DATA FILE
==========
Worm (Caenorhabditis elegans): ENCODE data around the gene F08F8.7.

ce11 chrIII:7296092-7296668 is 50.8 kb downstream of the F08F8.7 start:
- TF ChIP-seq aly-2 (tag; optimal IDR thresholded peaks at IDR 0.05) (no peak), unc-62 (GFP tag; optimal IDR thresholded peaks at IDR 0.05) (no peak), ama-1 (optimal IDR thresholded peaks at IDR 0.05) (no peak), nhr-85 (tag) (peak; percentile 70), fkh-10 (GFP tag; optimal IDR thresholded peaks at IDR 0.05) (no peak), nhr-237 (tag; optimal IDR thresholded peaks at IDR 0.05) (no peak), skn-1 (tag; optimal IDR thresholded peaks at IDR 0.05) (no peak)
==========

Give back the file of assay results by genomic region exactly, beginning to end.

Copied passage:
Worm (Caenorhabditis elegans): ENCODE data around the gene F08F8.7.

ce11 chrIII:7296092-7296668 is 50.8 kb downstream of the F08F8.7 start:
- TF ChIP-seq aly-2 (tag; optimal IDR thresholded peaks at IDR 0.05) (no peak), unc-62 (GFP tag; optimal IDR thresholded peaks at IDR 0.05) (no peak), ama-1 (optimal IDR thresholded peaks at IDR 0.05) (no peak), nhr-85 (tag) (peak; percentile 70), fkh-10 (GFP tag; optimal IDR thresholded peaks at IDR 0.05) (no peak), nhr-237 (tag; optimal IDR thresholded peaks at IDR 0.05) (no peak), skn-1 (tag; optimal IDR thresholded peaks at IDR 0.05) (no peak)